Men adjust their ties when feeling insecure or uncomfortable.


People shrug both shoulders when they don’t know something—there is nothing wrong with this.

People raise their shoulders toward the ears like a turtle hiding in its shell if the person is feeling humbled or suddenly loses confidence.

People who shrug only one shoulder are sending an unconvincing message concerning their doubt or lack of knowledge.


People bring themselves closer to each other when they are comfortable with each other.

People splay out on chairs when feeling territorial and comfortable.

People puff up their chests to establish territorial dominance.

People lean away from each other when they disagree. People suddenly cross their arms across their torsos and grip their arms when feeling discomfort.

People breathe deeply, indicated by an expanding and contracting chest, when under stress.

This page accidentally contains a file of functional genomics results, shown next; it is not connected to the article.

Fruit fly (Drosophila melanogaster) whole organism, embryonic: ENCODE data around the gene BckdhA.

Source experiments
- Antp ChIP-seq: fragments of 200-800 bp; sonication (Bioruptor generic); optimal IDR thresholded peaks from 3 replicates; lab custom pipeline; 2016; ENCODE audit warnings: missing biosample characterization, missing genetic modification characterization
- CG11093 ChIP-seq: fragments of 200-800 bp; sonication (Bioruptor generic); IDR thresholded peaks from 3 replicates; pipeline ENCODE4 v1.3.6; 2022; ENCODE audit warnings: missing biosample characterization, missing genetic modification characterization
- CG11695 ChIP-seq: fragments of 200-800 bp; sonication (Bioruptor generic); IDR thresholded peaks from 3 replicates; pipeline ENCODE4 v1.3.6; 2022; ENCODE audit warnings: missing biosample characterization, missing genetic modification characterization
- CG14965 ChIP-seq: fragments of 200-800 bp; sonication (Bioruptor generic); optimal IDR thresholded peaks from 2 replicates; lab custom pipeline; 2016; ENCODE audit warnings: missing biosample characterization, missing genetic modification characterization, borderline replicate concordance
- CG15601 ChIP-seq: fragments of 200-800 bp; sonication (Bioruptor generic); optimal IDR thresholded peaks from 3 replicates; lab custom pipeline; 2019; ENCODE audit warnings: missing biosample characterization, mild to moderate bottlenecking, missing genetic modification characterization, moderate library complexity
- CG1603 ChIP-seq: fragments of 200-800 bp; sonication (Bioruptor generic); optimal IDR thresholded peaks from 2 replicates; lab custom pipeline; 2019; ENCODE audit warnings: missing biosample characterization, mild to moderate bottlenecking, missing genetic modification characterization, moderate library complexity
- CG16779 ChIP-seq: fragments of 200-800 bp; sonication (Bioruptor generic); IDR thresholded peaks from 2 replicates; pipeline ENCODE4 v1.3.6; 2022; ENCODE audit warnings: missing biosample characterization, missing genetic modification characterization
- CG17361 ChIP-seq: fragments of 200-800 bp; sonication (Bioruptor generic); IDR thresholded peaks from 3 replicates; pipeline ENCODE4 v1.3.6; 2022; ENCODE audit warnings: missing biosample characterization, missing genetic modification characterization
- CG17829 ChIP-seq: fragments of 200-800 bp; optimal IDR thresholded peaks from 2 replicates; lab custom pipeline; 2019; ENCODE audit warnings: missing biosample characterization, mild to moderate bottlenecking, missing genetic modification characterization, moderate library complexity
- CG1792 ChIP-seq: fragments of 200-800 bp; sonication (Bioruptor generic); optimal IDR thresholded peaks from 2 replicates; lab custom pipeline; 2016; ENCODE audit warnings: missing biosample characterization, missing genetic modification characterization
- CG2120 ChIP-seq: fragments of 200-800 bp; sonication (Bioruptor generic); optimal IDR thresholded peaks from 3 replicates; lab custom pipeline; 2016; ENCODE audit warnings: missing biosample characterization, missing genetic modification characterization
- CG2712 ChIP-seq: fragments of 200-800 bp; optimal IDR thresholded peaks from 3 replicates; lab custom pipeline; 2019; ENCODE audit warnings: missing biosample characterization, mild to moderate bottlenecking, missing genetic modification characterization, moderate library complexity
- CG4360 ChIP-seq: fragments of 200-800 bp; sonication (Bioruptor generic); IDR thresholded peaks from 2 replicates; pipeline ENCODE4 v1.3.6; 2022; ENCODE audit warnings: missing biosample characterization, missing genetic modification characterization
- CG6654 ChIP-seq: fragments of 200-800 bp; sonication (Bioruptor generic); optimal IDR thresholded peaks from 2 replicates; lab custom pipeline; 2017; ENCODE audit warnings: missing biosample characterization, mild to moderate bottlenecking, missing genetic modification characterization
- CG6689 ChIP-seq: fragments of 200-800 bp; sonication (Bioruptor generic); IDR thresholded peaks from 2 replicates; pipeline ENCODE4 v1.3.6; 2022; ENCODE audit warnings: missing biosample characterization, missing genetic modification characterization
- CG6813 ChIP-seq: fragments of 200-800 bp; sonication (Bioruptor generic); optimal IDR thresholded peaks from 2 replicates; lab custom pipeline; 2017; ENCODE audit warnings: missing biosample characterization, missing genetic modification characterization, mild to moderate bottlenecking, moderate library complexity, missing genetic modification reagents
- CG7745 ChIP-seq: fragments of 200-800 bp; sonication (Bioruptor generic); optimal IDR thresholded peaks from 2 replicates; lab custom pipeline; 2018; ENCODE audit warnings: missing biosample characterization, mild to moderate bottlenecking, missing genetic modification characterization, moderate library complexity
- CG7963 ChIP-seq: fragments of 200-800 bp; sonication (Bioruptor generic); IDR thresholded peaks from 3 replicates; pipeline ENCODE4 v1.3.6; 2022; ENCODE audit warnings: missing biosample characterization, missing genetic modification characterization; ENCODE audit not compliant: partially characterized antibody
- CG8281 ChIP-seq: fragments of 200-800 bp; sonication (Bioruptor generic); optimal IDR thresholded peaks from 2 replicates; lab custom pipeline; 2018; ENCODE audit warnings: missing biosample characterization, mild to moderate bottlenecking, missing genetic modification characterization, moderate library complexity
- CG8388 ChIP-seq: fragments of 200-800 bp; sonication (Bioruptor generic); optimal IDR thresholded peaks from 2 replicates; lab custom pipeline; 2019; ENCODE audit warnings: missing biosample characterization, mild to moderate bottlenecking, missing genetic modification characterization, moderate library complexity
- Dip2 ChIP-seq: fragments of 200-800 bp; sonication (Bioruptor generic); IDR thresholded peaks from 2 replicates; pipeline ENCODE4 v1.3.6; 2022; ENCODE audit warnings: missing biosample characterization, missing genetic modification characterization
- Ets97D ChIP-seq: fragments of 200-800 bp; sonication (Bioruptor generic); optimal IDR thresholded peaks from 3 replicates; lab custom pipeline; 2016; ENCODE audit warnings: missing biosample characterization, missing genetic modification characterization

People raise their arms and perform other gravity-defying motions when they are happy and energized.

People spread their arms over chairs to indicate they are confident and comfortable.

People withdraw their arms when they are fearful or upset.

People put their arms behind their back when they do not want to make contact.


People under stress will “cleanse” their palms on their laps to pacify themselves. This may occur under the table. People wring their hands when feeling stressed or concerned.

People bite their nails when they are nervous or insecure.

People stand with their hands on their hips to establish dominance and to communicate their dissatisfaction. Around the world, finger pointing is considered offensive.

People steeple their hands fingertip-to-fingertip when feeling confident.